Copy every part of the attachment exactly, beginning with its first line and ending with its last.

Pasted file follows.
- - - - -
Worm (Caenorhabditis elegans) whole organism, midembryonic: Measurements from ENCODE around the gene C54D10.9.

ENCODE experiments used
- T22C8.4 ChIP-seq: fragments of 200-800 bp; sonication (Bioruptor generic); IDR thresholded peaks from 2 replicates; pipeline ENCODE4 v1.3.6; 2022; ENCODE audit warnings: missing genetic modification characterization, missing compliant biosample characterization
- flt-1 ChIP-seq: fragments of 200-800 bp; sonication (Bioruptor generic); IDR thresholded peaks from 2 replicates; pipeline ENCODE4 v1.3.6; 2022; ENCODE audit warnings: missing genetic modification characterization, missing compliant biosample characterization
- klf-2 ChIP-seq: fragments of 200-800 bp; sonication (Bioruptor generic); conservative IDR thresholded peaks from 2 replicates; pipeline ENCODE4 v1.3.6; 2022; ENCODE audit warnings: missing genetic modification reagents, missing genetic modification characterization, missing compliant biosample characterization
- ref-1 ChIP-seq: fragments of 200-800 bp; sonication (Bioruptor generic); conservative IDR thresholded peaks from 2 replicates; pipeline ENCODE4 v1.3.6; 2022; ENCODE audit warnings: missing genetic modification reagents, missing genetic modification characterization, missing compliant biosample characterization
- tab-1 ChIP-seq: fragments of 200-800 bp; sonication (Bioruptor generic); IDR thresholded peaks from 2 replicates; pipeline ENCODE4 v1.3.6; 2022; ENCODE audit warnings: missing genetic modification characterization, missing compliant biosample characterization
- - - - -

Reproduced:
Worm (Caenorhabditis elegans) whole organism, midembryonic: Measurements from ENCODE around the gene C54D10.9.

ENCODE experiments used
- T22C8.4 ChIP-seq: fragments of 200-800 bp; sonication (Bioruptor generic); IDR thresholded peaks from 2 replicates; pipeline ENCODE4 v1.3.6; 2022; ENCODE audit warnings: missing genetic modification characterization, missing compliant biosample characterization
- flt-1 ChIP-seq: fragments of 200-800 bp; sonication (Bioruptor generic); IDR thresholded peaks from 2 replicates; pipeline ENCODE4 v1.3.6; 2022; ENCODE audit warnings: missing genetic modification characterization, missing compliant biosample characterization
- klf-2 ChIP-seq: fragments of 200-800 bp; sonication (Bioruptor generic); conservative IDR thresholded peaks from 2 replicates; pipeline ENCODE4 v1.3.6; 2022; ENCODE audit warnings: missing genetic modification reagents, missing genetic modification characterization, missing compliant biosample characterization
- ref-1 ChIP-seq: fragments of 200-800 bp; sonication (Bioruptor generic); conservative IDR thresholded peaks from 2 replicates; pipeline ENCODE4 v1.3.6; 2022; ENCODE audit warnings: missing genetic modification reagents, missing genetic modification characterization, missing compliant biosample characterization
- tab-1 ChIP-seq: fragments of 200-800 bp; sonication (Bioruptor generic); IDR thresholded peaks from 2 replicates; pipeline ENCODE4 v1.3.6; 2022; ENCODE audit warnings: missing genetic modification characterization, missing compliant biosample characterization